Beyond benefitting immigrants and alleviating global poverty, migration can address the economic challenges of wealthy host countries’ ageing populations in ways both obvious and subtle. The most obvious sees not only a boost to the number of working people, but an increase in the younger portion of the population. This is because migrants are often young and they are also likely to have their own families in time. For instance, a modest temporary increase of immigration to Japan, of 4 people per 1,000 inhabitants over the course of 2020 and 2029, would see the number of live births be six percentage points higher by 20604.
Little surprise then that to keep the working age (15-64) population constant by 2050, the UN forecasts that countries will need to ‘import’ many millions of migrants5. Indeed, today many of the smaller, open economies in Asia Pacific do this to some extent or another, including Singapore, Hong Kong, Australia and New Zealand.
The way that they do also highlights that immigration is more than just about ‘replacing’ people. It is about injecting ideas and expertise to strategically boost sectors that are vital to a country’s future. That’s evident in Singapore, where immigration is part of kick-starting areas like biomedical sciences, digital animation, and aerospace.
None of this is to discount the political realities of migration, particularly in advanced economies, given the more sceptical phase of globalisation in which we find ourselves. Yet as the victory of Emmanuel Macron over the anti-immigration Marine Le Pen in the presidential election in France reminds us, anti-immigration outlooks aren’t fated to carry the day. With bold, creative, and compelling arguments, forward movement is possible.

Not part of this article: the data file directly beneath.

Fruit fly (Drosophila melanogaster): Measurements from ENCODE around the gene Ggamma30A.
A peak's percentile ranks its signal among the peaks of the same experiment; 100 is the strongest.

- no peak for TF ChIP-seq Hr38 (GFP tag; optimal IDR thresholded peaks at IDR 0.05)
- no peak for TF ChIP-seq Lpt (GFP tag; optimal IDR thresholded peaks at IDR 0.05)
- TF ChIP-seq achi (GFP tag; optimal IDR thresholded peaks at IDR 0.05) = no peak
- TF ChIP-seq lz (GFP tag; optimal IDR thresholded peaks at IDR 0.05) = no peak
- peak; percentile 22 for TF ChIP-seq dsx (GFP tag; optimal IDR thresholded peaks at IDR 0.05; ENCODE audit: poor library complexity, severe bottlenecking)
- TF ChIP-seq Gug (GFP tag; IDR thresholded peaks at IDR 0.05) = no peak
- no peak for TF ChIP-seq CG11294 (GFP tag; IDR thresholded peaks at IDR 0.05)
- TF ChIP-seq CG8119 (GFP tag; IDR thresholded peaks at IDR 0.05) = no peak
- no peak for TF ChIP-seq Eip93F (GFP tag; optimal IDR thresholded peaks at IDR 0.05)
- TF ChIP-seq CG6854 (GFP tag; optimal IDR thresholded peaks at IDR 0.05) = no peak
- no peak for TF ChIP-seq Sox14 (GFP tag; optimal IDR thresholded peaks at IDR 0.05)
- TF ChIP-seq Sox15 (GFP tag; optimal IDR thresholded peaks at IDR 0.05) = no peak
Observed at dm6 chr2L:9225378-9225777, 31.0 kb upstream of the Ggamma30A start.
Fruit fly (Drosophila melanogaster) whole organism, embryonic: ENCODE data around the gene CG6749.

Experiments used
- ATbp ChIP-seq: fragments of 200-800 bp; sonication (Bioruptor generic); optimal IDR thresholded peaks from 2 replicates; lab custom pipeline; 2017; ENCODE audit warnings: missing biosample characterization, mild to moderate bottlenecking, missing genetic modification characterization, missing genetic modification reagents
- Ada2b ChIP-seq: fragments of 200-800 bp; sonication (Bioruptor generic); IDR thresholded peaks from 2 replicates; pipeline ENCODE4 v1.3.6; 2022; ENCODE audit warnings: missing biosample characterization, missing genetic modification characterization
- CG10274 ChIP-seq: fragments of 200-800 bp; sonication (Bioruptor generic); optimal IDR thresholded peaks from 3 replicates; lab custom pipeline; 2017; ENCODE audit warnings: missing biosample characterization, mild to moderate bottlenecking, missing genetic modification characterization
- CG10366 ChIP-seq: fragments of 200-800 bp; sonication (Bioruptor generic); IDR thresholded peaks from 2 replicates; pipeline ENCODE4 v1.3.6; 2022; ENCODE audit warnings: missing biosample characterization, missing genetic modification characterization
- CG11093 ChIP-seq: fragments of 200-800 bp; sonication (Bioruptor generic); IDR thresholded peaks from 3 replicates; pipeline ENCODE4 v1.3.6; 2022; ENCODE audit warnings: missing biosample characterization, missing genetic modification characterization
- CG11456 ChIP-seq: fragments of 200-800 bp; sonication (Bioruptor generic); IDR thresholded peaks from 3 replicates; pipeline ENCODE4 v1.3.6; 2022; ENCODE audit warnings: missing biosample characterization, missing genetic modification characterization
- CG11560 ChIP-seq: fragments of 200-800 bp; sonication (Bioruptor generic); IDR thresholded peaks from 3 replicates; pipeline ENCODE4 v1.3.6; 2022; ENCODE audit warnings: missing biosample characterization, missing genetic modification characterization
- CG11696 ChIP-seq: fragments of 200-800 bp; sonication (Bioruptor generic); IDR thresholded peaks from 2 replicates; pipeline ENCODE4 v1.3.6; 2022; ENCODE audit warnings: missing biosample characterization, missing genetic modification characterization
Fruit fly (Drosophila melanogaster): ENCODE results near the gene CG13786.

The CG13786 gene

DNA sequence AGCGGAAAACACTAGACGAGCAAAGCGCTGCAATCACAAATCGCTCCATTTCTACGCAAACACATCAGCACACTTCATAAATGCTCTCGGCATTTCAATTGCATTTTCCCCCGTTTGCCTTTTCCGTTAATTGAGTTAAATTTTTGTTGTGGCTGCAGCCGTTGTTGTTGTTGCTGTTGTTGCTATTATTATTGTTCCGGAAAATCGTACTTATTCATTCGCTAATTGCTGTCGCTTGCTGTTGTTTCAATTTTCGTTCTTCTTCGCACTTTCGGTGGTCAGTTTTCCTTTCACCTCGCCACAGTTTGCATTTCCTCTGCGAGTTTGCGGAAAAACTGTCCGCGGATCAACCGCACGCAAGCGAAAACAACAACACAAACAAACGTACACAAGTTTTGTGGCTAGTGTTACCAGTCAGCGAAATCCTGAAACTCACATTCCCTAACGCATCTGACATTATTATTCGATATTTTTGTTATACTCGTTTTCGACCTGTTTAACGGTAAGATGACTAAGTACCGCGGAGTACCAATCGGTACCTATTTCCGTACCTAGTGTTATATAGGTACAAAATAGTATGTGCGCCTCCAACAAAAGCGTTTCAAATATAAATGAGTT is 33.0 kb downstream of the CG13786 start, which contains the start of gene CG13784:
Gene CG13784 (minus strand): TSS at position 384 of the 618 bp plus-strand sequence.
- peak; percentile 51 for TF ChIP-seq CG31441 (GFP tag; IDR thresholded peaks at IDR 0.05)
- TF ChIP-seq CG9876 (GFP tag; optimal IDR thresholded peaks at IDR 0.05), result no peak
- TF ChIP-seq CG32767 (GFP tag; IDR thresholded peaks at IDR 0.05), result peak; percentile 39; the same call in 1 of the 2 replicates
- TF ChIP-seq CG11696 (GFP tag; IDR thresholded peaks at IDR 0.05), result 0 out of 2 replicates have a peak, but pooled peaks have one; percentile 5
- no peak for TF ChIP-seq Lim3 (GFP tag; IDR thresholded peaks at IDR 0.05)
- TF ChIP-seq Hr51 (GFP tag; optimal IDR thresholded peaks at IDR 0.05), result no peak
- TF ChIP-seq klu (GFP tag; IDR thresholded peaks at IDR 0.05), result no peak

For example, the counterintuitive case can be made that increasing immigration is the best way to ensure the future looks something like the past—keeping pensions financed so today’s workers will enjoy retirement benefits similar to previous generations, as The Economist recently argued. Singapore’s policy suggests another approach: a hopeful message about gaining a new competitive edge in the global economy. The best way to escape ‘us v them’ politics is to convincingly illustrate how immigration is a vital ingredient for a future of shared greater prosperity.
THE WORLD IS CHANGING. DON'T LOSE SIGHT OF THE UPSIDE.
And that brings us back to the big picture. There are a range of factors which may have reduced trend economic growth in many economies over the past decade, but in our view demographics is one of the least worrying. We should not assume that today’s ageing demographic profile necessarily leads to slower growth or economic problems. While many investors, businesses, and financial markets now presume that this is the case, it’s time to think more critically about this issue.
There are plenty of reasons to question conventional wisdom and the definitions of the ‘working age’ population’. Indeed, when Germany’s Otto von Bismarck first introduced pensions for workers over 70 more than a century ago, life expectancy was just 45!
There seems little doubt that scientific and sociological forces influence a country’s demographic and economic trajectory. Countries have powerful tools at their disposal – including education, pension and migration policy – to influence outcomes. The future might well be less aged than you think.